5. Create a Binding to the Service Instance created in Step 4

You will need a yaml file like this:

ServiceBinding.yaml
apiVersion: servicecatalog.k8s.io/v1beta1
kind: ServiceBinding
metadata:
 name: my-binding
 namespace: my-namespace
spec:
 instanceRef:
   name: my-instance
 authInfo:
   basic:
     secretRef:
       namespace:default
       name: my-secret

The output should look something like this:

You can run svcat describe binding my-binding -n my-namespace to check your binding. It should look something like this:

The details of the secret data can be viewed using the following commands:

(to obtain the private addresses) :
kubectl get secret my-binding -n my-namespace -o yaml | grep node-private-address | awk -F “:” ‘{print $2}’ | base64 –decode 

(to obtain the public addresses) :
kubectl get secret my-binding -n my-namespace -o yaml | grep node-public-address | awk -F “:” ‘{print $2}’ | base64 –decode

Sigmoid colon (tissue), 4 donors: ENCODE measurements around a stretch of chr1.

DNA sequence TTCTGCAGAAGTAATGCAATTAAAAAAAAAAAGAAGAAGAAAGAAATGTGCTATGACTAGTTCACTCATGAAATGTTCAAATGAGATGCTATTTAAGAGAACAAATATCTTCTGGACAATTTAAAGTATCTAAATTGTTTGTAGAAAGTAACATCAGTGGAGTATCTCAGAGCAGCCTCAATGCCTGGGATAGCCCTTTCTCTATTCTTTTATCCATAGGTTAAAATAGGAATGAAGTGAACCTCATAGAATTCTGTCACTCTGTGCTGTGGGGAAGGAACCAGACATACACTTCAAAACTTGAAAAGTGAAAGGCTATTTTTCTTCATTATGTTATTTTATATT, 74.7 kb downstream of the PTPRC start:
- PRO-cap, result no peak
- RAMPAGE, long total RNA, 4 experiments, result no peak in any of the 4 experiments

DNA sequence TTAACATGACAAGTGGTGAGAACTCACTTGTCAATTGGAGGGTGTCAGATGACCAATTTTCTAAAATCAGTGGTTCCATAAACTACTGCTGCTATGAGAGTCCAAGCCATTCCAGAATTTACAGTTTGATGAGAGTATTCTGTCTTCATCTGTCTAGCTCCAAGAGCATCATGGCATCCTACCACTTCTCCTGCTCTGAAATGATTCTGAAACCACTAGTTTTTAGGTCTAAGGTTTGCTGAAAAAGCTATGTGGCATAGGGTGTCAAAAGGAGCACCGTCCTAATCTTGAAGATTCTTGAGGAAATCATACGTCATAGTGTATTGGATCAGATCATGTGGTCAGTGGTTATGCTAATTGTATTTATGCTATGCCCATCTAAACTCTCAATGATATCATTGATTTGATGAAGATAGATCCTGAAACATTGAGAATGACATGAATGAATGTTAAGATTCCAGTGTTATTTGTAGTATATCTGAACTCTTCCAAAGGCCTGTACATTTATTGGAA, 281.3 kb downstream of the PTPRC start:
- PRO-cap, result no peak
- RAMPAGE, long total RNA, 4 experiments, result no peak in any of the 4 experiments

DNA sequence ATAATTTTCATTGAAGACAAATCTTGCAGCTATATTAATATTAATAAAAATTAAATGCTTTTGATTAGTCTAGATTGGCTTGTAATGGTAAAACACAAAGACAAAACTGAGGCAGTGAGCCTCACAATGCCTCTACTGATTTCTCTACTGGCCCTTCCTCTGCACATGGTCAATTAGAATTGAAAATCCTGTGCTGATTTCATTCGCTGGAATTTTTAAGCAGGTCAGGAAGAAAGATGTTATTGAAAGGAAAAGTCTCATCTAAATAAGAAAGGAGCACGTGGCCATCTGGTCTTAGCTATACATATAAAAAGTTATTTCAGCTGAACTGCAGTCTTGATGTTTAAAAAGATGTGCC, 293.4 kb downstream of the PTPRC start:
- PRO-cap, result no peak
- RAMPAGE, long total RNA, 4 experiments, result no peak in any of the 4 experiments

Note, the IP addresses shown above may vary.

6. Unbind the Service Instance

To unbind, use the command svcat unbind my-instance -n my-namespace.

To check that the binding is actually deleted, you can either use the command svcat describe binding my-binding -n my-namespace OR kubectl get secret my-binding -n my-namespace.

The output looks something like this:

7. Deprovision/Delete a Service Instance

Important note: The Instaclustr Service Catalog will only delete clusters created through the Service Catalog. If you use the “exiting cluster” plan, the cluster will not be deleted.

To deprovision/delete an instance, use the command svcat deprovision my-instance -n my-namespace.

To check that the instance is actually deleted, you can use the command svcat describe instance my-instance -n my-namespace.

The output looks something like this: